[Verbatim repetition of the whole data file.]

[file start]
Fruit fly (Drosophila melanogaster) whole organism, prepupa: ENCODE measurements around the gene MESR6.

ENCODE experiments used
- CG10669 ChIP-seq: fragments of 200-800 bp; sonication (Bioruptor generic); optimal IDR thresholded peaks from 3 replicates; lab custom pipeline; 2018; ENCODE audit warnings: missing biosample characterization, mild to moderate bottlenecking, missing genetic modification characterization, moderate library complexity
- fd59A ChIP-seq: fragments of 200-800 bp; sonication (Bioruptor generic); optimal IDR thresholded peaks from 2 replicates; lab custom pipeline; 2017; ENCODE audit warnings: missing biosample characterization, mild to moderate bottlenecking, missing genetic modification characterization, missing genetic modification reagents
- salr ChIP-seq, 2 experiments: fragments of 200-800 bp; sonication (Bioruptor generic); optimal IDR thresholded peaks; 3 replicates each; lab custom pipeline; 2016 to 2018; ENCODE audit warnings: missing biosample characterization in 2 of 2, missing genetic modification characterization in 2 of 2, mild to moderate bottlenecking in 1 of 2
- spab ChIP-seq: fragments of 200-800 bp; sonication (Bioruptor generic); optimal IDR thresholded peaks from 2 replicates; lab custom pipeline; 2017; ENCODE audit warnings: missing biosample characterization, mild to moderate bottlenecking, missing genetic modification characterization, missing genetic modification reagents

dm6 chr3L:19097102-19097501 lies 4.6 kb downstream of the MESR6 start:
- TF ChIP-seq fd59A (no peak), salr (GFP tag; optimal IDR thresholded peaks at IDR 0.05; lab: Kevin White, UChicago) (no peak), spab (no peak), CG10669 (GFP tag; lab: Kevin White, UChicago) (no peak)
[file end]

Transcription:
Fruit fly (Drosophila melanogaster) whole organism, prepupa: ENCODE measurements around the gene MESR6.

ENCODE experiments used
- CG10669 ChIP-seq: fragments of 200-800 bp; sonication (Bioruptor generic); optimal IDR thresholded peaks from 3 replicates; lab custom pipeline; 2018; ENCODE audit warnings: missing biosample characterization, mild to moderate bottlenecking, missing genetic modification characterization, moderate library complexity
- fd59A ChIP-seq: fragments of 200-800 bp; sonication (Bioruptor generic); optimal IDR thresholded peaks from 2 replicates; lab custom pipeline; 2017; ENCODE audit warnings: missing biosample characterization, mild to moderate bottlenecking, missing genetic modification characterization, missing genetic modification reagents
- salr ChIP-seq, 2 experiments: fragments of 200-800 bp; sonication (Bioruptor generic); optimal IDR thresholded peaks; 3 replicates each; lab custom pipeline; 2016 to 2018; ENCODE audit warnings: missing biosample characterization in 2 of 2, missing genetic modification characterization in 2 of 2, mild to moderate bottlenecking in 1 of 2
- spab ChIP-seq: fragments of 200-800 bp; sonication (Bioruptor generic); optimal IDR thresholded peaks from 2 replicates; lab custom pipeline; 2017; ENCODE audit warnings: missing biosample characterization, mild to moderate bottlenecking, missing genetic modification characterization, missing genetic modification reagents

dm6 chr3L:19097102-19097501 lies 4.6 kb downstream of the MESR6 start:
- TF ChIP-seq fd59A (no peak), salr (GFP tag; optimal IDR thresholded peaks at IDR 0.05; lab: Kevin White, UChicago) (no peak), spab (no peak), CG10669 (GFP tag; lab: Kevin White, UChicago) (no peak)